currents that flow into the inductor and will experience more
heat rise is indicated by the manufacturer’s datasheet. While
there are many factors that will affect a printed circuit
board’s ability to transmit heat, guidelines have been
established to insure proper trace width to handle high
currents.
TABLE 1 - RECOMMENDED EXTERNAL TRACE (1) CARRYING CAPACITY BASED ON TEMP. RISE
Temperature Rise
30 °C
Trace Thickness (mm) 0.0175 0.035
40 °C
0.07
0.0175 0.035
50 °C
0.07
APPLICATION NOTE
Trace Width (mm)
0.0175 0.035
60 °C
0.07
0.0175 0.035
70 °C
0.07
0.0175 0.035
0.07
Maximum Current (A)
0.250
0.6
0.8
1.2
0.7
0.9
1.4
0.7
1.0
1.5
0.8
1.1
1.6
0.8
1.2
1.8
0.500
1.0
1.4
2.1
1.1
1.6
2.4
1.3
1.8
2.6
1.4
2.0
2.8
1.5
2.1
3.0
0.750
1.4
2.0
2.9
1.6
2.3
3.3
1.7
2.5
3.6
1.9
2.7
3.9
2.0
2.9
4.2
1.000
1.7
2.5
3.6
2.0
2.8
4.1
2.2
3.1
4.5
2.4
3.4
4.9
2.5
3.6
5.3
1.250
2.1
3.0
4.3
2.3
3.4
4.9
2.6
3.7
5.4
2.8
4.1
5.9
3.0
4.4
6.3
1.500
2.4
3.4
5.0
2.7
3.9
5.6
3.0
4.3
6.2
3.2
4.7
6.8
3.5
5.0
7.3
1.750
2.7
3.9
5.6
3.1
4.4
6.4
3.4
4.9
7.0
3.7
5.3
7.6
3.9
5.7
8.2
2.000
3.0
4.3
6.2
3.4
4.9
7.1
3.8
5.4
7.8
4.1
5.9
8.5
4.4
6.3
9.1
2.250
3.3
4.7
6.8
3.7
5.4
7.8
4.1
6.0
8.6
4.5
6.5
9.3
4.8
6.9
10.0
2.500
3.6
5.1
7.4
4.1
5.9
8.4
4.5
6.5
9.3
4.9
7.0
10.1
5.2
7.5
10.9
2.750
3.8
5.5
8.0
4.4
6.3
9.1
4.8
7.0
10.1
5.2
7.6
10.9
5.6
8.1
11.7
3.000
4.1
5.9
8.6
4.7
6.8
9.8
5.2
7.5
10.8
5.6
8.1
11.7
6.0
8.7
12.5
3.250
4.4
6.3
9.1
5.0
7.2
10.4
5.5
8.0
11.5
6.0
8.6
12.5
6.4
9.3
13.4
3.500
4.6
6.7
9.7
5.3
7.6
11.0
5.8
8.4
12.2
6.3
9.2
13.2
6.8
9.8
14.2
3.750
4.9
7.1
10.2
5.6
8.1
11.6
6.2
8.9
12.9
6.7
9.7
14.0
7.2
10.4
15.0
4.000
5.2
7.5
10.8
5.9
8.5
12.2
6.5
9.4
13.5
7.0
10.2
14.7
7.6
10.9
15.8
4.250
5.4
7.8
11.3
6.2
8.9
12.8
6.8
9.8
14.2
7.4
10.7
15.4
7.9
11.4
16.5
4.500
5.7
8.2
11.8
6.4
9.3
13.4
7.1
10.3
14.9
7.7
11.2
16.1
8.3
12.0
17.3
4.750
5.9
8.5
12.3
6.7
9.7
14.0
7.4
10.7
15.5
8.1
11.7
16.8
8.7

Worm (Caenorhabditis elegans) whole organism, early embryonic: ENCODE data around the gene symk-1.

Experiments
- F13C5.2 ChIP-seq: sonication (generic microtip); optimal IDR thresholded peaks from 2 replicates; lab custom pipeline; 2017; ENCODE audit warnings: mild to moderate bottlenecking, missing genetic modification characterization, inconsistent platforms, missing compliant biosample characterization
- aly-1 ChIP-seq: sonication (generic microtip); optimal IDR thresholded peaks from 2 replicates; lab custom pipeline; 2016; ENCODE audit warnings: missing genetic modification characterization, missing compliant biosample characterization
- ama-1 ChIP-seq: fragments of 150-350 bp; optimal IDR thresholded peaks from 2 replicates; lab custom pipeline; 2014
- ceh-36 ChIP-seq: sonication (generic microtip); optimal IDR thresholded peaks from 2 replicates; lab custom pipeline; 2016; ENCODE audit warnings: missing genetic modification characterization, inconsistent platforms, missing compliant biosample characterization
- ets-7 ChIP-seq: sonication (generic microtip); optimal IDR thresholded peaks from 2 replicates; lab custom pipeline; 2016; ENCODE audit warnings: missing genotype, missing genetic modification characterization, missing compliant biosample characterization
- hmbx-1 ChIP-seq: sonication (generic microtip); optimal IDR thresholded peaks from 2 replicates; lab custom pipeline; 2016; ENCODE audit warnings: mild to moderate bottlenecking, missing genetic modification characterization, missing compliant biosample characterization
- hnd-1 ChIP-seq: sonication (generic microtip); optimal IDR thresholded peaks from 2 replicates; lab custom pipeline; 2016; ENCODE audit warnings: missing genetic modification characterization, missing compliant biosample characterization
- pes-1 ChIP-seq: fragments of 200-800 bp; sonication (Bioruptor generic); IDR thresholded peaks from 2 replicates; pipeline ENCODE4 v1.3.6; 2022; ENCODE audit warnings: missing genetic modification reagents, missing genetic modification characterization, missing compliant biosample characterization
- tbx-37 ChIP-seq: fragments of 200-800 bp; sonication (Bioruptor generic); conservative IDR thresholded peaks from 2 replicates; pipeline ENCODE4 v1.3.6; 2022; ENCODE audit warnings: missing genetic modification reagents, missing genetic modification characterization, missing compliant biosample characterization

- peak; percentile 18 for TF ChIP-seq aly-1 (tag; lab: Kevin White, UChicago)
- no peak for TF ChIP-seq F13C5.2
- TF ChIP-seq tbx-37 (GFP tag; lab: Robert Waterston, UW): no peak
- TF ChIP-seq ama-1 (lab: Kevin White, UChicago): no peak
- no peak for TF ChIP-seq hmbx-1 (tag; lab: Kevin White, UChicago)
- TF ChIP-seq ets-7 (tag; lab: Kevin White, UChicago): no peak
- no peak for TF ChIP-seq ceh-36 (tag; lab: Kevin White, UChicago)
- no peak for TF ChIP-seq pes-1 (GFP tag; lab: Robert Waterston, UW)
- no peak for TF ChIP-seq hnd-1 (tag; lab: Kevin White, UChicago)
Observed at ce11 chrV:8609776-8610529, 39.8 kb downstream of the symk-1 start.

12.5
18.0
5.000
6.2
8.9
12.8
7.0
10.1
14.6
7.7
11.2
16.1
8.4
12.1
17.5
9.0
13.0
18.8
Note
1. Derate maximum current by 50 % for internal traces
Table 1 summarizes the recommended maximum current for
a PCB trace based on trace width and thickness. These
recommendations were developed using the following
model: (1)
I = 3.188 × ΔT
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0.45
×W
0.79
× Th
0.53
(1)
The model uses ΔT in °C and width (W) and thickness (Th)
in millimeters. The 3.188 is a constant based on a common
thermodynamics model that has been converted to SI units.
If these guidelines for circuit board traces are followed, the
designer should experience thermal performance very
similar to that listed on the IHLP datasheet.
For technical questions contact: magnetics@vishay.com
Document Number: 34256
Revision: 14-Aug-08
Application Note
Vishay Dale
Using IHLP’s in Automotive Applications
Moving Forward
References
As the electronics content increases in automobiles and
more systems become electrical instead of mechanical, large
amounts of current need to be properly regulated and
filtered. The advantages of the IHLP including its low DCR
and high current handling capacity make it an excellent
choice for dc-to-dc converters or EMI filters. With proper
design techniques the IHLP style of inductor can safely be
used by and be of great benefit to automotive electronic
designers now and in the future.
[1] John
Vandersleen,
“Printed
Wiring
Board
Manufacturing
Advances”,
Power
Electronics
Technology, September 2004, pp. 40 to 43.
[2] Selecting IHLP Composite Inductors for Non-Isolated
Converters Utilizing Vishay’s Application Sheet,
available on the Vishay Intertechnology, Inc. website:
http://www.vishay.com
APPLICATION NOTE
Document Number: 34256
Revision: 14-Aug-08
For technical questions contact: magnetics@vishay.com
www.vishay.com